I know I'm jumping in a bit late to this game (been travelling), but I did want to comment on a couple of things (and, perhaps, shift the direction of the conversation a bit; hence the new subject line).

John Wrote:

> And lets not forget the zillions spent on war, space exploration etc.

Consider this:
https://youtu.be/TbhEaYpVrSs
(the second half puts your point in perspective)

Stephen wrote:

> by way of diverting what in the long run will be $trillions away
> from healthcare, welfare, etc., thereby helping to keep much
> of the world locked in poverty.

That's a pretty LLLLOONNNGGGG run for the OA publishing price tag to add up to $trillions; but what the hell -- I'll bite.

Stephen:  you got it backwards, mate.  With just a *tiny fraction* of the $trillions already spent on healthcare, welfare, etc. (more like $quadrillions by the time OA costs add up to $trillions) -- which probably saves only a few tens of millions of lives --  we could make MAJOR progress on documenting, understanding and perpetuating global biodiversity -- something of profound importance to the entire future of humanity (i.e., many **billions** of lives).  And because we'd be siphoning only a *tiny fraction*, we'd *both* be able to save tens of millions of lives *and* give the future of humanity a fighting chance. Let's have our cake and eat it too!

Oh, and we don't even need to siphon a tiny fraction away from healthcare, welfare, etc. -- we can instead take a tiny fraction away from military, political campaigns, etc., who won't even notice that it's missing.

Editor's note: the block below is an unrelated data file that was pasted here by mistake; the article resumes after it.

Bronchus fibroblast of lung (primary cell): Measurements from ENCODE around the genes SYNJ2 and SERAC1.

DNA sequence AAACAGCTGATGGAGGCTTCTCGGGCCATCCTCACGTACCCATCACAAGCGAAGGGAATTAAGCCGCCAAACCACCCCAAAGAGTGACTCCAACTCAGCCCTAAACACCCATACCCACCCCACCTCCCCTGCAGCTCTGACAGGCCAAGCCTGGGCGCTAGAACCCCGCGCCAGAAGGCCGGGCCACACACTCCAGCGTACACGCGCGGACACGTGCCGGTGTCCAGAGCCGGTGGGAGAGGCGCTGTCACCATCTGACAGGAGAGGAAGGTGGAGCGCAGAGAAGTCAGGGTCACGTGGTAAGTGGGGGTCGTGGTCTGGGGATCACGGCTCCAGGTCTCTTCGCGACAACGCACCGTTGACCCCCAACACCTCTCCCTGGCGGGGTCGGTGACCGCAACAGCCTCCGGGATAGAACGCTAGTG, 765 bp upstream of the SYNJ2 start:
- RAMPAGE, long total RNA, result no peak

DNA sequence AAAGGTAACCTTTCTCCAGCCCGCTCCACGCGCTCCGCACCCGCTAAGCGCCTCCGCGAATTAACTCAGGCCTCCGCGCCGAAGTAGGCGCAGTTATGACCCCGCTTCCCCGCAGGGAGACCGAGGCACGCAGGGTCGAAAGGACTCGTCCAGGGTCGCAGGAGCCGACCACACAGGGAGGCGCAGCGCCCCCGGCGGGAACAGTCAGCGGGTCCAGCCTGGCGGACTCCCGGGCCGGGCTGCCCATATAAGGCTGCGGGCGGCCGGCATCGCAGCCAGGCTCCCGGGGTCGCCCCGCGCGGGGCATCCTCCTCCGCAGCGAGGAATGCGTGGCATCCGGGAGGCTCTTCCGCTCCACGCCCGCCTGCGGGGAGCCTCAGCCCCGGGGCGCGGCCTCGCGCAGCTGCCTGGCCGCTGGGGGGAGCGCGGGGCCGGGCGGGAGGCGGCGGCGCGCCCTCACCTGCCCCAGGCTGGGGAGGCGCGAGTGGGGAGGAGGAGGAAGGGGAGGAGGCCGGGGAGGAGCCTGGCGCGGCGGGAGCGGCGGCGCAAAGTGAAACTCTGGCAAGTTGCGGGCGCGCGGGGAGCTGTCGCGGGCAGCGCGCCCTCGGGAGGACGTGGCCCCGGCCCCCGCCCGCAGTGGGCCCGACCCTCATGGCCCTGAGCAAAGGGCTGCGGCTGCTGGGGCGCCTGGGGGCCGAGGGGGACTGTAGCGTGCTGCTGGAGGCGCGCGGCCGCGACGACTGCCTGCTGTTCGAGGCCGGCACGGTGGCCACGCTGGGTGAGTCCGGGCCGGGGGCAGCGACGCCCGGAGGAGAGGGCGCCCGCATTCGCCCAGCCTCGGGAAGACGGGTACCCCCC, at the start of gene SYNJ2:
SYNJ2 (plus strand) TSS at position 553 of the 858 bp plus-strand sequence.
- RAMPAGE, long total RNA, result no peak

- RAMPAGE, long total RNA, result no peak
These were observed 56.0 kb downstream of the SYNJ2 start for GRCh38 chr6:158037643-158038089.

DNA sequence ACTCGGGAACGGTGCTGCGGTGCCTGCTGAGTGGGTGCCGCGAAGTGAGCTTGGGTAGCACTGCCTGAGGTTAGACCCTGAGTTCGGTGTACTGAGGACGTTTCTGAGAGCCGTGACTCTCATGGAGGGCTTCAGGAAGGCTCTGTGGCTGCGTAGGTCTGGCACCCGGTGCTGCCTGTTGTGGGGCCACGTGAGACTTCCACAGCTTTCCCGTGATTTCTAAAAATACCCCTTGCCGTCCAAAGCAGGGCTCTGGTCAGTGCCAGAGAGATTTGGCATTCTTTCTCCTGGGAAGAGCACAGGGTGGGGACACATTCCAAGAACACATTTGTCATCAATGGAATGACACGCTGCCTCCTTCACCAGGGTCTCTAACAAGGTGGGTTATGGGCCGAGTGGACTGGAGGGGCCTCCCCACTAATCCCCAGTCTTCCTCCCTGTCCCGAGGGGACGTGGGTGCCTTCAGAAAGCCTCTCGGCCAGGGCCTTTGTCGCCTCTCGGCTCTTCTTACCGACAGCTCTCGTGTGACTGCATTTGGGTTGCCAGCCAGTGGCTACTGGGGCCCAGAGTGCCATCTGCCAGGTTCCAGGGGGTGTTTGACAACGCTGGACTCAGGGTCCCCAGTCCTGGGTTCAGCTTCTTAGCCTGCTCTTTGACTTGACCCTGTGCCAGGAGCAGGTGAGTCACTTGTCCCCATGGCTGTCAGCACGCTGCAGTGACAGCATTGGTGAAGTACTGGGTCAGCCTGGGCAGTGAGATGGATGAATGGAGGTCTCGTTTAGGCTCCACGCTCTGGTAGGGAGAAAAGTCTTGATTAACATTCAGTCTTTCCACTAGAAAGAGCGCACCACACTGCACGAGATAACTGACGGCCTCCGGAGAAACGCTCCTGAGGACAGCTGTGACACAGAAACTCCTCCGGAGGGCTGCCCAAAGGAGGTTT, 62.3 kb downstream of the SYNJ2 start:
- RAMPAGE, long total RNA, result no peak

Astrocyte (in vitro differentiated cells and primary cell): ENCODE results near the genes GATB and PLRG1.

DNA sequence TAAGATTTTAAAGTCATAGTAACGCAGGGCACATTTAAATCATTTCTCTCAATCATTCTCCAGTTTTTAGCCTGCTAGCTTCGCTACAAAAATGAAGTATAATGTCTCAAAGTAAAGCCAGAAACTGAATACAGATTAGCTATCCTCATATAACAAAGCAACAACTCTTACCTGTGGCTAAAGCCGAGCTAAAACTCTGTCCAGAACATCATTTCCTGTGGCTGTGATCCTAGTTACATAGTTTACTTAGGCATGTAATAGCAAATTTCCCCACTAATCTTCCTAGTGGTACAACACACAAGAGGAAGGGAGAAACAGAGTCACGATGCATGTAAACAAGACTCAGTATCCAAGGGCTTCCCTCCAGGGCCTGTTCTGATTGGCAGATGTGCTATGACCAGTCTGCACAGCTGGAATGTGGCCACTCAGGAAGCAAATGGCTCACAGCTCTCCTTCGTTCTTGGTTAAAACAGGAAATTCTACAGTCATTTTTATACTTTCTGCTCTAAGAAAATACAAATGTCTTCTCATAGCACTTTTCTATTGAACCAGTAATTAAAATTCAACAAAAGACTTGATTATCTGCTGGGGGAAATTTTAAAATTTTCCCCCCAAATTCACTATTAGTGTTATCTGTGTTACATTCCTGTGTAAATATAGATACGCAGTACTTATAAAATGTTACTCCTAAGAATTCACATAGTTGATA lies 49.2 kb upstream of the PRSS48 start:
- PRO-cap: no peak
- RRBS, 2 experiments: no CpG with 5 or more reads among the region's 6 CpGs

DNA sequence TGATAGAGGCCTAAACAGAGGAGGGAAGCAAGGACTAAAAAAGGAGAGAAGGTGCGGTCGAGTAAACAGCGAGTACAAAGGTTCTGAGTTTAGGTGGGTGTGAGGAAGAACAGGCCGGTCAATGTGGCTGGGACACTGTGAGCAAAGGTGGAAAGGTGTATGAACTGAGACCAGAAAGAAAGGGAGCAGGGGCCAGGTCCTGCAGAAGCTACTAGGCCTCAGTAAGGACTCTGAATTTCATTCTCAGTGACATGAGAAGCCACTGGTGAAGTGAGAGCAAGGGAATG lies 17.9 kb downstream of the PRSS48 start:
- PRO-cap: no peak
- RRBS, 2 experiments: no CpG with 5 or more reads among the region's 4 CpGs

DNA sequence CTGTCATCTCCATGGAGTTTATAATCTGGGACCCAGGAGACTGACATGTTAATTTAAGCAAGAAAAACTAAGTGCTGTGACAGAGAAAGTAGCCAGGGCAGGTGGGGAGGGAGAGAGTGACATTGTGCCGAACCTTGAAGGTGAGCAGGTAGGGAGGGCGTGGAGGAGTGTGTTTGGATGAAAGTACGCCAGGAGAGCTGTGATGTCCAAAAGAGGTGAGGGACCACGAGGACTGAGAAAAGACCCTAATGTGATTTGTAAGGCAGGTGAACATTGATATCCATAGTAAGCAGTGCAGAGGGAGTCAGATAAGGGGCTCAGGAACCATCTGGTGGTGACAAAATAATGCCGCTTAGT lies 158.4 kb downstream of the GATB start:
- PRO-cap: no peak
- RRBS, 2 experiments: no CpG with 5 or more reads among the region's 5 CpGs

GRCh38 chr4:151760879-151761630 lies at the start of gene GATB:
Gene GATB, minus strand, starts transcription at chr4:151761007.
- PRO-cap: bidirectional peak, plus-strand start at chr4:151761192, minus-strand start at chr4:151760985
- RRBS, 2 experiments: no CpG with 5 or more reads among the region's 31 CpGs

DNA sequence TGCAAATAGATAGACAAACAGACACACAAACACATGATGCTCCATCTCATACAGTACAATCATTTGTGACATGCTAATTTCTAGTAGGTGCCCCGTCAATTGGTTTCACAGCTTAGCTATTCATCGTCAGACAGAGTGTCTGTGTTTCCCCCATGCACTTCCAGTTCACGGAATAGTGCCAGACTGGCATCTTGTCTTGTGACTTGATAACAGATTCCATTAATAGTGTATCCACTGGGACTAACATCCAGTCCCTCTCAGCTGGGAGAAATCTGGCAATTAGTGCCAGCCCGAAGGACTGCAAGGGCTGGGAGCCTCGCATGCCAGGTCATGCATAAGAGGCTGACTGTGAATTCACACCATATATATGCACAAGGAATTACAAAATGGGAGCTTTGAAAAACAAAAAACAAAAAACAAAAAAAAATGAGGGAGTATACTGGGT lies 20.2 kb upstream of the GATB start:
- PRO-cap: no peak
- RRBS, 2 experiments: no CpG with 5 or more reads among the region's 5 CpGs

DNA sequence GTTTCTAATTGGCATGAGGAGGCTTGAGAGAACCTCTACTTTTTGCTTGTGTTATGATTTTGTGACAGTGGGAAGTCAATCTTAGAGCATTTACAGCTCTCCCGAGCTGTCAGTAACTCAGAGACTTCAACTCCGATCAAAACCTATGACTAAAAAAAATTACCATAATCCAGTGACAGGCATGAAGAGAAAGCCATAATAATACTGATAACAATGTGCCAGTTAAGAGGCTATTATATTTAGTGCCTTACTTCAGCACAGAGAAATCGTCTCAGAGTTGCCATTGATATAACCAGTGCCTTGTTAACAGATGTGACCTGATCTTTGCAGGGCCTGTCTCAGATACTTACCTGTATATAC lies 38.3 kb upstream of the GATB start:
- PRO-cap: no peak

Donat clearly has the right of this, in my opinion. This may be a bit overly provocative, but entire civilizations have come and gone within the tiny window of time humans have roamed the planet, but global biodiversity is a nearly 4-billion-year old legacy that demands WAY more of our attention (compared to other luxuries we currently spend our time and resources on) than it has ever received. OA is an admittedly small(ish) part of this, but it is an important part nonetheless.

<sermon>
I know I'm preaching to the choir here, but our perpetual problem is that the choir of taxonomy/biodiversity has been *horribly* out of harmony, so there's no wonder hardly anyone has been listening.  It's great that the issue of Climate Change has reached the heights that it has, but it's inexcusable that the associated loss of biodiversity has been little more than a footnote on the large-scale global conversation about climate change. The loss of biodiversity wasn't even mentioned in the film "An Inconvenient Truth" (except in the extended features on the DVD).  I know we've been gradually getting better, and stories about the impact of climate change on biodiversity have been gradually making their way into the public consciousness.  But it's still a bit of the tail wagging the dog, in my opinion.  I think a STRONG case can be made that biodiversity loss should be **THE** major issue in the climate change conversation, because of it's potential impacts on the *entirety* of future human civilization (not just the measly few million years that we've been around so far, let alone the few decades of any particular human life, or more trivially, a political cycle).  We in the biodiversity community are WAY underselling both the value and the urgency of this issue.  The CBD and the like are all great steps in the right direction, but I fear those efforts are being seriously held back by our insatiable desire to bicker with each other about trivial issues.  The physicists and astronomers figured this out decades ago, which I think is largely why their funding levels are *five orders of magnitude* more than ours (reference the above-linked video).  Judging by the banality of what I often see on Taxacom and elsewhere, I'm not holding out a lot of hope.
</sermon>

Aloha,
Rich